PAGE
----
Longform

Keeping Score

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Once Williams and Macey had won over the legislature, they set out to win over the voters. Macey's easygoing sense of humor appealed to audiences, and he was a good match for Williams, a down-to-earth Adams County Republican who made a dollars-and-cents argument for the benefits of bringing a team to Denver.

With an August 1990 vote looming, the first polls showed only 26 percent of the electorate would support the proposed baseball stadium district. So the pro-ballpark campaign began emphasizing community pride, and that proved to be a powerful force in a city just emerging from its worst economic downturn since the Great Depression. A $100,000 contribution from cable magnate Bill Daniels jump-started the campaign, which eventually assembled a $500,000 war chest.

In Denver in 1990, homes were still being sold at bargain-basement prices after being repossessed from their bankrupt owners, downtown skyscrapers were known as "see-through" buildings because they were half-empty, and lower downtown was a place suburbanites were afraid to go for fear they'd stumble over a bum passed out on the sidewalk.

The town had a major inferiority complex and was desperate for some sort of good news. By election day, 54 percent of the voters had decided to take a gamble that the possibility of getting a major-league team to Denver would be worth a sales-tax hike. (Even though Coors Field would become the quintessential urban ballpark, the tax was turned down in Denver; suburban voters provided the winning margin.)

While Denver's hard economic times helped to sway voters to baseball's side, they'd also created a psychology that made the city vulnerable to fast-talking hustlers who could promise better days ahead. Sure enough, a pair of them showed up soon after the vote, and they played off the city's low self-esteem to win themselves a financial grand slam.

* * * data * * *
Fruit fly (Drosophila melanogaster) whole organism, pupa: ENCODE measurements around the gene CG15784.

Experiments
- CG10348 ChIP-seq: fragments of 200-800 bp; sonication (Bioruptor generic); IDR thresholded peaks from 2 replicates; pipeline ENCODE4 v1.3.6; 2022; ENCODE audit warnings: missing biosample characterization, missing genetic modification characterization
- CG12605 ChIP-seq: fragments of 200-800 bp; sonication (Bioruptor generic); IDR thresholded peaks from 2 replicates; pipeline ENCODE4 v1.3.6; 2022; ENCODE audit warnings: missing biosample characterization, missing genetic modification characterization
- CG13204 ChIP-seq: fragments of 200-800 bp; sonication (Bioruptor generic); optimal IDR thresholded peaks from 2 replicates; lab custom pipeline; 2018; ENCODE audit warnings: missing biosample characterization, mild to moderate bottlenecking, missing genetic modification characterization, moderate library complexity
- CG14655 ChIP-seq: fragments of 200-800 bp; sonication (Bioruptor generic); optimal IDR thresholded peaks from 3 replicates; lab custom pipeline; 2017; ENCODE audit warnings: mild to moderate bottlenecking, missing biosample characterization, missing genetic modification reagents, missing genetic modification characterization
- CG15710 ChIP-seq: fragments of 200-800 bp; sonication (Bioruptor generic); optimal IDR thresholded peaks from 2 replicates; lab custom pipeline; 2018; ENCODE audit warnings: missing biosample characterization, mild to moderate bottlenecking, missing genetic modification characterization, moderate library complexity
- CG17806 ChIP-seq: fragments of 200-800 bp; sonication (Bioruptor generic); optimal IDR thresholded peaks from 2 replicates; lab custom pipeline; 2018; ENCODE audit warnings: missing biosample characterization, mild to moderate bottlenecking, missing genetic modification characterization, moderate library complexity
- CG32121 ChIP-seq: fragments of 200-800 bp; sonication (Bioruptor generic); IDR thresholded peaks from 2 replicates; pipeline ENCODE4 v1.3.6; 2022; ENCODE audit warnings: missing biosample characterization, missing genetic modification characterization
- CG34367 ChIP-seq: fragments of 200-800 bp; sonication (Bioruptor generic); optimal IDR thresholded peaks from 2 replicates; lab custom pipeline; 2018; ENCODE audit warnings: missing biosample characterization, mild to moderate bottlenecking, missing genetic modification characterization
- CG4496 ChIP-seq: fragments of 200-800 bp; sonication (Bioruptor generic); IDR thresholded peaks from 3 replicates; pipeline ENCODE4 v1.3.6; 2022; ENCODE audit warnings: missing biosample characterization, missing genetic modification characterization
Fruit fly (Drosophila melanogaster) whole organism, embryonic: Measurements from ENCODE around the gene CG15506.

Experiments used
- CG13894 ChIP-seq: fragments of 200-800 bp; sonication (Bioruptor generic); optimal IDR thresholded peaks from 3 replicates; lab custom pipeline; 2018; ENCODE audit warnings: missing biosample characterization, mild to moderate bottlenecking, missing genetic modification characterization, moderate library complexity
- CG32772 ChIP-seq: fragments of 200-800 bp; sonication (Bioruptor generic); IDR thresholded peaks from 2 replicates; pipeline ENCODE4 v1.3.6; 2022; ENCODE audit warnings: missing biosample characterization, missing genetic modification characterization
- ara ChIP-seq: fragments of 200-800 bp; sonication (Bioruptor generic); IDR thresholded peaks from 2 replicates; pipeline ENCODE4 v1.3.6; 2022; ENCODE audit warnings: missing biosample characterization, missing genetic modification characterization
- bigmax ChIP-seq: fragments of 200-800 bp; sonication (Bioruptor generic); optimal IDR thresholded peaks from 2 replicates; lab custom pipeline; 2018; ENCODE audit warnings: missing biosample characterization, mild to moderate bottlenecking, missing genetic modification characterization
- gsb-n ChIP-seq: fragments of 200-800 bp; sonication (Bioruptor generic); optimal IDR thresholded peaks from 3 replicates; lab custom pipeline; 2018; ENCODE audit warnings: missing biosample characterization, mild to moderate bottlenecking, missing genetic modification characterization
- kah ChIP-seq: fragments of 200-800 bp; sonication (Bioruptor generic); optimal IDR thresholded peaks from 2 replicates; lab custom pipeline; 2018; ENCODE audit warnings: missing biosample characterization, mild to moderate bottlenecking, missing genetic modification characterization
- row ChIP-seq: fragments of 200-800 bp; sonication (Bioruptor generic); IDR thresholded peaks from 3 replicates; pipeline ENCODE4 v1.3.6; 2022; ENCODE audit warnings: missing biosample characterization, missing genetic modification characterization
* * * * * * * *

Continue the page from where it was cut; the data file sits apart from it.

Building a ballpark wasn't enough. To land a team, Denver had to assemble an ownership group with pockets deep enough to convince the National League that the owners could cover the substantial costs of launching an expansion team.

By now, John Dikeou's real estate empire had crashed; he no longer had the financial resources to bankroll a team. Spooked by the economic freefall of the 1980s, the people in Denver who still had money weren't offering to pick up the tab for a new team. Since money was tight, outsiders with cash were welcomed with open arms.

Enter Mickey Monus and John Antonucci, two wheeler-dealer Ohio millionaires who had been friends since childhood. When they showed up shortly after the election with seemingly enough money to single-handedly keep the prospective team afloat, Romer quickly designated them the team's primary owners.

With an ownership group in place, the wooing of the National League commenced in earnest. There was plenty of courting to be done, as Major League Baseball was skeptical that Denver had enough people to support a team. And even if it did, would football-loving Coloradans rally around baseball?

"Behind the scenes, the National League was telling us they had strong reservations about bringing a team here," says Tom Gleason, former deputy director of the baseball stadium district. "They thought there wasn't enough population here. They were very concerned that the ownership group have enough resources to support a team, especially in the early years."

Monus and Antonucci used the National League's hesitation as a bargaining chip in their lease negotiations with the baseball stadium district. Give us a great lease, they argued, and Denver will be more likely to win an expansion team.

And so in private, McHale sketched out a lease that would give almost all stadium revenues to the Rockies, saddling the taxpayers with virtually all the costs for the new stadium.

This was quite a change from McHale's promise to voters before the crucial August election. Nine days before the vote, McHale wrote in the Denver Post: "Our finance plan makes the stadium a true private/public partnership, with $42 million in revenue coming from the private sector and $97 million from sales tax revenue...Taxpayers are protected."

Within weeks of making these assurances, though, McHale was slurping down martinis and sharing cigars with the new, out-of-town owners of the future team. "They started kissing McHale's fanny right away," Williams says. "They started going to games together and having drinks with John. They knew John had a lot of power as chairman of the stadium authority."

Monus, whose Phar-Mor drugstore fortune made him the chief carpetbagger, was also wowing the locals in oil-bust-weary Denver, pulling up in a limo at society soirees and boasting of his numerous financial conquests. His partner, Antonucci, plunked down $2 million for a Cherry Hills home with an elevator and disco floor. Denverites hadn't seen such a display of cash-fueled chutzpah since dozens of Texas oil millionaires descended on the city like buzzards in the early 1980s.

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Stuart Steers
Contact: Stuart Steers